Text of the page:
Introducing Wrightsville Port to THIS Blog

Introducing Wrightsville Port to THIS Blog

Mouli and I are building Wrightsville Port for nearly 8 years now. In fact before even we started with the layout we started building the ships and the cranes and other structures that we needed – so going on almost 10 years! And all this while we had a lot going on – we moved to 6 different homes in 2 different cities that are about 1000 miles apart, but thanks to the robust build and modular design of the layout, we were able to dismantle every little component properly and reassemble again in the new home. But yes, this last time I realized that just like its creators, being ‘on the wheel’ is taking its toll on this little less than 18 sq. ft. layout. This time I had to spend a considerable amount of time reworking on some wiring, and there are two tracks that have been completely dead and I am unable to figure out what is wrong since all my ‘junction boxes’ and ‘inspection pits’ show that there is no issue. Anyway, the layout still stands strong in most part and that itself is very satisfying.

The layout can be considered mostly complete. There are basically 3 major structures remaining – the old coal handling facility, the boat yard and the dock shed for temporary freight handling.Apart from that I want to make some smaller structures and details like a diner and a parking lot. These should be exciting builds and hopefully will be very enjoyable.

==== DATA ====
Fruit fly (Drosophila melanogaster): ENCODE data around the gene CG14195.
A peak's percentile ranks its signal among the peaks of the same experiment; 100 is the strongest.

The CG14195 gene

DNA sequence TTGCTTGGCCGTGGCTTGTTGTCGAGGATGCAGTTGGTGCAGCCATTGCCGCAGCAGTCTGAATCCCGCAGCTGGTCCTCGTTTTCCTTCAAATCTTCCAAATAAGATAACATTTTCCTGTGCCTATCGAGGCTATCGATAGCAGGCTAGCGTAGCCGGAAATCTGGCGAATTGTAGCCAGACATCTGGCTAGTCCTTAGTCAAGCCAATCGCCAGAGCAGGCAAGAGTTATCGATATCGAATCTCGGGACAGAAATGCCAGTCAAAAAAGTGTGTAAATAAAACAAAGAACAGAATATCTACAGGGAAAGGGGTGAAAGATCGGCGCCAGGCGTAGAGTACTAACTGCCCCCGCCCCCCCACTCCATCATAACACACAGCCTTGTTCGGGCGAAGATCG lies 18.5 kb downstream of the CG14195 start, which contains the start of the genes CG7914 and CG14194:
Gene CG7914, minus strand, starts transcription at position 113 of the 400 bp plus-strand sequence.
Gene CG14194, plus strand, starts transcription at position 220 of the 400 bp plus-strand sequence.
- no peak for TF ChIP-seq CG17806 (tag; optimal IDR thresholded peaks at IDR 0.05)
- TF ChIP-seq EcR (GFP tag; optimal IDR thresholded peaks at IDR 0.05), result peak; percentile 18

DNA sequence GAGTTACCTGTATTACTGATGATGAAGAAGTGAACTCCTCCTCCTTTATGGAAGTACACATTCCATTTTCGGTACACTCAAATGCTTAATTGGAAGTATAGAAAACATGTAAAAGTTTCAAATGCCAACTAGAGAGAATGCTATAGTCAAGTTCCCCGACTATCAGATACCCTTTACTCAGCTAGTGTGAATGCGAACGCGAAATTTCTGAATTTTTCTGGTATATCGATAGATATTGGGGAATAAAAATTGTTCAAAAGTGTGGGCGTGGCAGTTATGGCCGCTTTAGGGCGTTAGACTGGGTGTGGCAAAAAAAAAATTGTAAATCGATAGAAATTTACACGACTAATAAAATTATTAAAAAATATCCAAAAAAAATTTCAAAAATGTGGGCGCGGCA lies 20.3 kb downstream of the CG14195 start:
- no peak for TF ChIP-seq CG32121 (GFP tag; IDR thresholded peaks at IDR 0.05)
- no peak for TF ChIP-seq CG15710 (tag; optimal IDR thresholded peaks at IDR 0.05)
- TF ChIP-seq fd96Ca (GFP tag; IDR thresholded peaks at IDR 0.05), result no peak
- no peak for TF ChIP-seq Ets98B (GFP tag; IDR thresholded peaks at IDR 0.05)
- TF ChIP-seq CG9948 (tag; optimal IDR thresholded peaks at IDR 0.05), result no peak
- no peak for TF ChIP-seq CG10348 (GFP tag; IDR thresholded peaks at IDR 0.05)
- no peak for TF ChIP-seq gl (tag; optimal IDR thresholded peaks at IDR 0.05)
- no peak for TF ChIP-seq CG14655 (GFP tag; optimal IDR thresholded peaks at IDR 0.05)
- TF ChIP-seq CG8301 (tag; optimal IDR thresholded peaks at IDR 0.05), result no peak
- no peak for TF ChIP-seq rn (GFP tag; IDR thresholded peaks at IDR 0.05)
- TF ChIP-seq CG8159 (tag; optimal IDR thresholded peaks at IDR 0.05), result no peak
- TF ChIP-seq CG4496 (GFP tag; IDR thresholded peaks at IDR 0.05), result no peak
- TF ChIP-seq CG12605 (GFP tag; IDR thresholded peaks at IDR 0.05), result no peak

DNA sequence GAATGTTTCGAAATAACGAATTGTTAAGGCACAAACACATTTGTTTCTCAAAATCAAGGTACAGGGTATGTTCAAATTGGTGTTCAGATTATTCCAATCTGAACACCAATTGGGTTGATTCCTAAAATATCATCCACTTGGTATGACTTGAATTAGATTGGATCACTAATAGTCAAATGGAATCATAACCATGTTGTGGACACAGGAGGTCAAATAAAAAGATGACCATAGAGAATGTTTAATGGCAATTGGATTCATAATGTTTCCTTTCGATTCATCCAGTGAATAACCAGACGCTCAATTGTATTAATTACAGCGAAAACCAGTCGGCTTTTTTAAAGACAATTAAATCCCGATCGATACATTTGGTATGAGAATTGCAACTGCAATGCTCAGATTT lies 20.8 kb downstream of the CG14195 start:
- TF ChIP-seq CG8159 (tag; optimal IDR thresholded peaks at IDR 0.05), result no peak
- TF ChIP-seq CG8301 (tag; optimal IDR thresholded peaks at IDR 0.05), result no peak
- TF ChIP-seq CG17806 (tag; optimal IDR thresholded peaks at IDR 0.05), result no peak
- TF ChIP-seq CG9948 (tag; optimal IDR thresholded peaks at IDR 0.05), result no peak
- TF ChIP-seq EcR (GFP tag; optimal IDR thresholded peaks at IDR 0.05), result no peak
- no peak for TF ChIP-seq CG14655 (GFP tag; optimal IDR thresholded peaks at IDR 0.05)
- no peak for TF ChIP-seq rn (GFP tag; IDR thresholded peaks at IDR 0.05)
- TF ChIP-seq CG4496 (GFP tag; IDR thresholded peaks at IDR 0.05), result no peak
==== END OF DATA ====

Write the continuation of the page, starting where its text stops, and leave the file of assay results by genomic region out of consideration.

But before I jump to that, at this moment I am spending time to perfect some of the existing items and focusing on my new passion – weathering! So, the goal is to make things rusty and dirty and disgusting. So this week, I started converting the only factory building into an abandoned factory.

I discovered a product called ‘Scenic Rust’ and this is my first attempt with it and boy isn’t that thing special! The rust effect is brilliant with this product and soon I intend to do a detailed video of how this can be used. I also took help of the more conventional route of simply using Raw Sienna and Burnt Umber acrylic paints. Here is what everything looks at the moment:

Wrightsville Port - N Scale Layout

I have also spent time in bringing more details on the waterline by adding the shades of yellow and brown to show drying and dried moss and algae. The chain link fence and the barbed wire on top received some weathering too to suit the environment.

Next I will convert the heavily weathered old factory to a truly abandoned factory – stay tuned for more details.

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